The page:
The amount of time menopause-related weight gain lasts for will vary between individuals. Some women will experience weight loss once they have gone through menopause and their hormones rebalance. Whereas others may not return to the same weight that they had before menopause, even once it has passed.

As mentioned previously, our metabolic rate decreases as we age. This means that it will be easier to gain weight while eating the same amount and types of food that we are used to. Adjusting your diet and living an active lifestyle can help keep weight gain minimal, but it can take more time as a slower metabolism means that you’ll burn fewer calories when you exercise and rest.

Does HRT cause weight gain?

One of the main concerns for many women when it comes to starting hormone replacement therapy (HRT) is ‘can HRT cause weight gain?’ While weight gain is common during menopause, studies show that weight gain is not a direct side effect of starting HRT.

HRT does come with potential side effects. The hormones oestrogen and progesterone can cause bloating, swelling and tummy ache. Your appetite may even change too. This means that while you take these hormones, you may see temporary changes and fluctuations in your weight from these side effects. These side effects combined with the new weight distribution often noted with menopause, outlined above, can contribute to why HRT and weight gain are mistakenly associated with each other.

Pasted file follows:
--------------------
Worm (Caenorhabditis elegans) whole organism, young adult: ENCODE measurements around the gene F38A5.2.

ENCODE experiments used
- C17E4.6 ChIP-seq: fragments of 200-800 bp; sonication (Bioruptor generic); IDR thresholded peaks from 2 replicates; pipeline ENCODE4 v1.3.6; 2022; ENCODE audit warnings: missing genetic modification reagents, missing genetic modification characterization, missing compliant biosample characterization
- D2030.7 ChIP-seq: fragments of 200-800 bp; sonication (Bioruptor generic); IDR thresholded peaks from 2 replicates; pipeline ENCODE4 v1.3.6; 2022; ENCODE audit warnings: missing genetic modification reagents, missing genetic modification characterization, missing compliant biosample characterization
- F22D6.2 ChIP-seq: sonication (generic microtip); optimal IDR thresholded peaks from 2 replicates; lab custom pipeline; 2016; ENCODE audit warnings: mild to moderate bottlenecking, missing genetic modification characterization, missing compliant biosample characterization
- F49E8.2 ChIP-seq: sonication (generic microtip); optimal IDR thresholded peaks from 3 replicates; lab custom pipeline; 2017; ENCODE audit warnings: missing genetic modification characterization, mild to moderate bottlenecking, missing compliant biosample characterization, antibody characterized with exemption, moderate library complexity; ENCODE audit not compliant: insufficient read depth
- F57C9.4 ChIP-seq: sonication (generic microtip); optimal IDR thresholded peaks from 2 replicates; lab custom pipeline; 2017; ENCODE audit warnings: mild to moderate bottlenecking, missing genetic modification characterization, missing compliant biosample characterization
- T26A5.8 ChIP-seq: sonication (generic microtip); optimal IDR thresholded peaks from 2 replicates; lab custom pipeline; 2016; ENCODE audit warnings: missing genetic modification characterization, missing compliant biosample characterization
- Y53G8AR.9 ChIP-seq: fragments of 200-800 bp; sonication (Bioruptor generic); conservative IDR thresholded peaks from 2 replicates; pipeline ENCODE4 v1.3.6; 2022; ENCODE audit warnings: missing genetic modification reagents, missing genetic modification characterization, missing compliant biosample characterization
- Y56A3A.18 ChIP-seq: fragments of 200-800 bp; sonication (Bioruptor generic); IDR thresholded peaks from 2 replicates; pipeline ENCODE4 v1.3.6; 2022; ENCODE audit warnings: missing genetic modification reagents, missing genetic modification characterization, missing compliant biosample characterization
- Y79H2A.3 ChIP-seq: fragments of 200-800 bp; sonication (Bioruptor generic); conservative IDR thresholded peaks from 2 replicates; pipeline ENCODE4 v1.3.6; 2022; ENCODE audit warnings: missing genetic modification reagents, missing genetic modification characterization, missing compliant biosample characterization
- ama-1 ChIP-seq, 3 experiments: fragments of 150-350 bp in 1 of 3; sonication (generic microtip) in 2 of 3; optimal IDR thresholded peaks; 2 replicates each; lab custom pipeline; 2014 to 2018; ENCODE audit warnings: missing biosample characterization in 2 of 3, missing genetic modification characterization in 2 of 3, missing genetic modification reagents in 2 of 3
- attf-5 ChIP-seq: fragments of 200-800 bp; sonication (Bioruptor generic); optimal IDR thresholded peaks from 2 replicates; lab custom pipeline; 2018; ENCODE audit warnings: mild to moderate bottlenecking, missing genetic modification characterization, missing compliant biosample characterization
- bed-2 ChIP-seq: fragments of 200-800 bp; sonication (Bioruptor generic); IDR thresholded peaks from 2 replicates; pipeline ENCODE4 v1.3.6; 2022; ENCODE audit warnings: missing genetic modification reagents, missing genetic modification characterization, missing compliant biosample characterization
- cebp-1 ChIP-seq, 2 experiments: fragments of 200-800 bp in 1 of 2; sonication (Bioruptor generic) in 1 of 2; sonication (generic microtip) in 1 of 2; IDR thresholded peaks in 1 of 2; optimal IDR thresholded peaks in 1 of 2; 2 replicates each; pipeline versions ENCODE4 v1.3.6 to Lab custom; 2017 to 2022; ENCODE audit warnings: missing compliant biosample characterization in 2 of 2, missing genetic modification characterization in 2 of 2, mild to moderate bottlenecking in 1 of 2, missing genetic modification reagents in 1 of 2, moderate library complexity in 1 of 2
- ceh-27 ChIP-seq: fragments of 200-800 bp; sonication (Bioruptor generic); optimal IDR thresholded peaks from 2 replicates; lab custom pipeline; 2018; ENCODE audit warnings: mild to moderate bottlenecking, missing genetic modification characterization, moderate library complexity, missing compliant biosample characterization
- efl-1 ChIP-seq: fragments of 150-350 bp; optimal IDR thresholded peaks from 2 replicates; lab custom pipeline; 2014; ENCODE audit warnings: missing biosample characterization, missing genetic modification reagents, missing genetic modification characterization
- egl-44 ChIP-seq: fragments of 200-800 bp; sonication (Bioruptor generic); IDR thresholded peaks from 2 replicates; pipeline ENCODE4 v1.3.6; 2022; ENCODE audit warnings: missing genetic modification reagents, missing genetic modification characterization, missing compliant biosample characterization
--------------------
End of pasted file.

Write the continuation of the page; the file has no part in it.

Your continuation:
It’s important to remember that whether you choose to use HRT or not, weight gain during menopause is extremely common. HRT is unlikely to cause weight gain as a side effect as the hormones should help to balance weight management.

HRT exists in many forms including tablets, patches, pessaries, and gels. It’s easy to feel overwhelmed by the choices available, but finding a suitable dose and delivery method of HRT can help you deal with your menopausal symptoms effectively and comfortably. Discussing the pros and cons of the different types of HRT available with your doctor is a good step. If you’re switching between continuous combined HRT, then you may be offered Femoston, which is a type of combined hormone replacement therapy that can help relieve the symptoms of menopause.

Combined HRT is a medication that contains oestrogen and progesterone. You can also get treatment that only contains one of these hormones. While making your decision, you may be thinking, ‘does progesterone cause weight gain’ and ‘does oestrogen cause weight gain’. The answer is no, increased levels of progesterone or oestrogen are not associated with increased weight gain.

Although your HRT of choice may list weight changes (increases or decreases) as a potential side effect, the likelihood of this happening is slim. You should speak to your doctor about the benefits and risks, as in most cases the type of HRT will not matter if you are worried about your weight.